Validation of ionospheric electron density profiles inferred from GPS occulation observations of the GPS/MET experiment

Access full-text files




Kawakami, Todd Mori

Journal Title

Journal ISSN

Volume Title



In April of 1995, the launch of the GPS Meteorology Experiment (GPS/MET) onboard the Orbview-1 satellite, formerly known as Microlab1, provided the first technology demonstration of active limb sounding of the Earth’s atmosphere with a low Earth orbiting spacecraft utilizing the signals transmitted by the satellites of the Global Positioning System (GPS). Though the experiment’s primary mission was to probe the troposphere and stratosphere, GPS/MET was also capable of making radio occultation observations of the ionosphere. The application of the GPS occultation technique to the upper atmosphere created a unique opportunity to conduct ionospheric research with an unprecedented global viii distribution of observations. For operational support requirements, the Abel transform could be employed to invert the horizontal TEC profiles computed from the L1 and L2 phase measurements observed by GPS/MET into electron density profiles versus altitude in near real time. The usefulness of the method depends on how effectively the TEC limb profiles can be transformed into vertical electron density profiles. An assessment of GPS/MET’s ability to determine electron density profiles needs to be examined to validate the significance of the GPS occultation method as a new and complementary ionospheric research tool to enhance the observational databases and improve space weather modeling and forecasting. To that end, simulations of the occultation observations and their inversions have been conducted to test the Abel transform algorithm and to provide qualitative information about the type and range of errors that might be experienced during the processing of real data. Comparisons of the electron density profiles inferred from real GPS/MET observations are then compared with coincident in situ measurements from the satellites of the Defense Meteorological Satellite Program (DMSP) and ground-based remote sensing from digisonde and incoherent scatter radar facilities. The principal focus of this study is the validation of the electron density profiles inferred from GPS occultation observations using the Abel transform.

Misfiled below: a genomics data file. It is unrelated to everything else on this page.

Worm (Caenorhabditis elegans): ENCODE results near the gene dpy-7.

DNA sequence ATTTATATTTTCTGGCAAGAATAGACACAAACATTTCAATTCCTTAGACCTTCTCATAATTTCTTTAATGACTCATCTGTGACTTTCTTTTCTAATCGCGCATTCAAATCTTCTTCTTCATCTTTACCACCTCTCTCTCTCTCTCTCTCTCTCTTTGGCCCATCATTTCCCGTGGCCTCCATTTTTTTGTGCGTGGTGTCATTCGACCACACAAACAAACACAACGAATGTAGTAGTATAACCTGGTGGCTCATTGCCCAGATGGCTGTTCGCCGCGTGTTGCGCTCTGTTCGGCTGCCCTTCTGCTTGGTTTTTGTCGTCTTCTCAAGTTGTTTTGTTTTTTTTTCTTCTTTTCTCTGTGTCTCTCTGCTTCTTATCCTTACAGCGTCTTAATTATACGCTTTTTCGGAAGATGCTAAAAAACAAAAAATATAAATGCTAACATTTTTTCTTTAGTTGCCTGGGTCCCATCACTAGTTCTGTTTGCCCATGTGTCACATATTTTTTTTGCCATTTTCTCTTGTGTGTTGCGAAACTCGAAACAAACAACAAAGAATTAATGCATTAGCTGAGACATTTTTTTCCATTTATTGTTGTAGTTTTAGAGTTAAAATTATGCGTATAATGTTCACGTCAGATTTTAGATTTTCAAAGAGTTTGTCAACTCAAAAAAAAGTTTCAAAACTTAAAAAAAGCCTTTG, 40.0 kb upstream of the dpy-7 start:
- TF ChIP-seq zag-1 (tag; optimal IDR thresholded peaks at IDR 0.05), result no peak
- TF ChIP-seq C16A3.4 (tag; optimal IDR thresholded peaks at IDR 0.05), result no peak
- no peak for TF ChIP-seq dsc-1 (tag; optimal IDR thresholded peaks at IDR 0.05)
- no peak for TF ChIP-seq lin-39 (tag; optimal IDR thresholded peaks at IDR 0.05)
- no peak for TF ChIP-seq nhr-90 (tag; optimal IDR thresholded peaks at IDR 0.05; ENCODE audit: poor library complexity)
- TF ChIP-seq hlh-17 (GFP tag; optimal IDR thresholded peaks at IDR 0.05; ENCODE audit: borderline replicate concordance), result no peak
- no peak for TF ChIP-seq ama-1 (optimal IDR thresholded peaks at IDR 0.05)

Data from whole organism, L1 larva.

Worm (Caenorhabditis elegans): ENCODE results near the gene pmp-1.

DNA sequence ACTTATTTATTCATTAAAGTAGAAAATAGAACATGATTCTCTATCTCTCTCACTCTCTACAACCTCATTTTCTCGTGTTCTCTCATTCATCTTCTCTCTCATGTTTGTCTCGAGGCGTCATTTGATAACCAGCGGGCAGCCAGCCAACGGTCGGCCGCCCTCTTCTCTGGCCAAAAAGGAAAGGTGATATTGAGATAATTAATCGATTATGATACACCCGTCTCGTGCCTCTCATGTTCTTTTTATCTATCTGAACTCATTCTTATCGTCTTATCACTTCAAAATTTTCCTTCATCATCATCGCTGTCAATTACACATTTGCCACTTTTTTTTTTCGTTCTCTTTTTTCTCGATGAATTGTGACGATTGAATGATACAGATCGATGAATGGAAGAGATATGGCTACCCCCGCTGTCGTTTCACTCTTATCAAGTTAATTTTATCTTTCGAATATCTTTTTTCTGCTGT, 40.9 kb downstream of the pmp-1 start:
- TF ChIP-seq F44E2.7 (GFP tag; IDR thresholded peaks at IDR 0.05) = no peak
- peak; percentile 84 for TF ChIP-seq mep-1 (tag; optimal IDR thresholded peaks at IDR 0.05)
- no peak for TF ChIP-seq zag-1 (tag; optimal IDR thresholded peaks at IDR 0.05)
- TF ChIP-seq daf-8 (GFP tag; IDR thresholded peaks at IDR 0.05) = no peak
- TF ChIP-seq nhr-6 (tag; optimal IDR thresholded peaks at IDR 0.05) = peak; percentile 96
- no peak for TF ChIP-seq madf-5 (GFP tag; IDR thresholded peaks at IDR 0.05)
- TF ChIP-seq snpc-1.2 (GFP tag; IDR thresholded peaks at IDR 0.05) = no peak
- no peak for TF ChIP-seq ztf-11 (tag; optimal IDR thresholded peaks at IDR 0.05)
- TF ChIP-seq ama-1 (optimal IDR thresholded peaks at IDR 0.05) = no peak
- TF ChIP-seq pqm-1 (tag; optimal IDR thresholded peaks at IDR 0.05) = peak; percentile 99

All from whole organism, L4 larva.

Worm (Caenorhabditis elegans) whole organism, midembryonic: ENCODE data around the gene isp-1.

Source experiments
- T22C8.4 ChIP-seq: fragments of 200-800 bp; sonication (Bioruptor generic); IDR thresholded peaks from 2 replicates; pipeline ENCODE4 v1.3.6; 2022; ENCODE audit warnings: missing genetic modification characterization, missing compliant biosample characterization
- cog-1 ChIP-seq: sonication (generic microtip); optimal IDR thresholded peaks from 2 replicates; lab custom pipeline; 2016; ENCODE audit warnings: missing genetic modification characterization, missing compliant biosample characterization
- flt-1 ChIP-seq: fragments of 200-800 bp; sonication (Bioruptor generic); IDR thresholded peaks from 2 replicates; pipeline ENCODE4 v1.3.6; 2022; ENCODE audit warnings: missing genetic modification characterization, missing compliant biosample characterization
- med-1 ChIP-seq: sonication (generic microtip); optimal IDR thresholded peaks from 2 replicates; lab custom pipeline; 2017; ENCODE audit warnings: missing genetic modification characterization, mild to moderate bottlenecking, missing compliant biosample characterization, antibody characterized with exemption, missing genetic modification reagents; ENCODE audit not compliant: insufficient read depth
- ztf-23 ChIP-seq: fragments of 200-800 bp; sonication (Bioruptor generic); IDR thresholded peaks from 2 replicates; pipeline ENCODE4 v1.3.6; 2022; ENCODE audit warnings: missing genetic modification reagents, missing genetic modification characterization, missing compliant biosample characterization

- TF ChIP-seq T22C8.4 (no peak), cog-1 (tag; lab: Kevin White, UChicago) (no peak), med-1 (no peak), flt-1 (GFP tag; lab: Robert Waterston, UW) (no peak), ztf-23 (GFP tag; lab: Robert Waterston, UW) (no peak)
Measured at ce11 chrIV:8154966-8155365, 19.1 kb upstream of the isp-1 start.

LCSH Subject Headings